Savory Leek & Gruyère SouffléSavory Leek & Gruyère Soufflé
Delicate, tender leeks and melted Gruyere cheese combine in this savory souffle, a beautiful brunch entree or dinner party side dish.
Agnolini with Goat Cheese, Fresh Ricotta, Peas and HerbsAgnolini with Goat Cheese, Fresh Ricotta, Peas and Herbs
These half-moons, made by cutting the pasta into rounds and then folding them in half, are a perfect pocket for cheese. Ricotta is the traditional filling, but goat cheese adds a tang and complements spring peas and herbs.
Potato, Egg and Cheese Breakfast TacosPotato, Egg and Cheese Breakfast Tacos
When you want something especially hearty for breakfast, try this egg and tortilla dish, which includes panfried potatoes and shredded cheese. The fresh salsa is essential.
Creamy Mascarpone PolentaCreamy Mascarpone Polenta
What’s the secret to making polenta with a rich, creamy texture? Stir in a dollop of mascarpone cheese. It’s the perfect side dish for roasted meats or poultry.
Golden Beet and Blue Cheese RisottoGolden Beet and Blue Cheese Risotto
When root vegetables start to pile high at the farmers’ market, seek out golden or pink beets, which lend a pretty color to this risotto. Blue cheese complements the earthiness of the dish.
Spanish Pizza with Chorizo and ManchegoSpanish Pizza with Chorizo and Manchego
Traditional Spanish ingredients inspired this pizza: cured (not fresh) chorizo, dry Manchego cheese, and toppings of peppers and olives.
Ham and Cheese Quiche with Crème Fraîche and ChivesHam and Cheese Quiche with Crème Fraîche and Chives
Smoked ham and Gruyère cheese are classic ingredients in this celebrated French dish. This version adds a touch of crème fraîche for flavor and richness and a sprinkle of chives for freshness.
Penne with Ricotta Cheese and GreensPenne with Ricotta Cheese and Greens
Here, Tuscan kale (also know as black kale) adds deep, earthy flavor to pasta. Fresh ricotta makes a satisfyingly easy sauce.
Grown-Up Grilled Cheese SandwichesGrown-Up Grilled Cheese Sandwiches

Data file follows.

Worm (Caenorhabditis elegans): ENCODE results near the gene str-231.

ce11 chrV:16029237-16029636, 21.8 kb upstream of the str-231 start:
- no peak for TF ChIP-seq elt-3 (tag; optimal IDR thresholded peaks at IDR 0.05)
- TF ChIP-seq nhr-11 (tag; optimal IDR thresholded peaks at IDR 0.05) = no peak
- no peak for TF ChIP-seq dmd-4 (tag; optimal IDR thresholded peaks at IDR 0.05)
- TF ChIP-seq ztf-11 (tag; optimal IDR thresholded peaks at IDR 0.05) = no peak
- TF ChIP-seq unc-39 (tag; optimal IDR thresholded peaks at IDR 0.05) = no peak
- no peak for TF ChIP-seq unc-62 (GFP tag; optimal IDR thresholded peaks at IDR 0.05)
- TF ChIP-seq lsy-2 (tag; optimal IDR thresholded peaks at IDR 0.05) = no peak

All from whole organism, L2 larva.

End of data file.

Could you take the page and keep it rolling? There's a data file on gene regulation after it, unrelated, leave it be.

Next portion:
Not your ordinary grilled cheese, this one is filled with Gruyère, sweet caramelized onions and peppery arugula. Pair it with a bowl of soup for a satisfying, easy meal.
Herbed Pork Involtini with PecorinoHerbed Pork Involtini with Pecorino
Involtini
, thin slices of meat filled, rolled and tied before cooking, are an Italian favorite. Fillings can vary from a simple bread-and-herb mix like this one, including pecorino cheese, to more exotic flavors.
Smoky Cheese EnchiladasSmoky Cheese Enchiladas
Crushed chipotle chili adds an enticing smoky flavor and gentle layer of heat to these enchiladas, which are enriched with two kinds of cheeses.
Potato and Celery Root Gratin with GruyèrePotato and Celery Root Gratin with Gruyère
Potato and nutty celery root pair in this rich, creamy, cheesy gratin, perfect for a special dinner or even a holiday feast.
Rolled Eggplant with Sausage & MozzarellaRolled Eggplant with Sausage & Mozzarella
Here’s a creative alternative to pasta: long, thin strips of eggplant, rolled around gooey mozzarella cheese and savory sausage, with plenty of bright tomato sauce for extra flavor.

Orzo with Feta, Basil and ShrimpOrzo with Feta, Basil and Shrimp
In Mediterranean cuisine, feta cheese is often paired with shrimp, the creamy, salty flavors marrying lusciously. Here, crumbled feta is added at the end of the cooking so it soaks up the warm juices from the sautéed shrimp.
Macaroni with Farmhouse Cheddar and BaconMacaroni with Farmhouse Cheddar and Bacon
Here’s a seriously grown-up version of a kid’s classic. Thanks to their different ages, the two cheddars give this hearty baked pasta a richness that’s balanced by the addition of salty, smoky bacon.
Filets Mignons with Parmesan ButterFilets Mignons with Parmesan Butter
Here, filet mignon, one of the most lauded cuts of beef, is cooked first on the stovetop, then finished in the oven. The Parmesan butter melts over the warm meat, complementing its richness and adding an appealing nuttiness.
Goat Cheese Toasts with Walnuts, Honey and ThymeGoat Cheese Toasts with Walnuts, Honey and Thyme
Dripping with honey and sprinkled with fresh thyme, cracked pepper and sea salt, these warm, crunchy toasts make a delicious breakfast, after-school treat or lunch when matched with a handful of salad greens.
Cheese BlintzesCheese Blintzes
These crepelike wrappers can be stuffed with a variety of fillings—from mushrooms to meat—but this cheese version, served with fruit compote and sour cream, is a popular morning choice.
Ricotta with Blood Orange, Pistachio and HoneyRicotta with Blood Orange, Pistachio and Honey
Prepare this dessert in the winter, when blood oranges are at their peak. During other times of the year, vary the fruit with the season — almost any kind will complement the creamy ricotta and honey.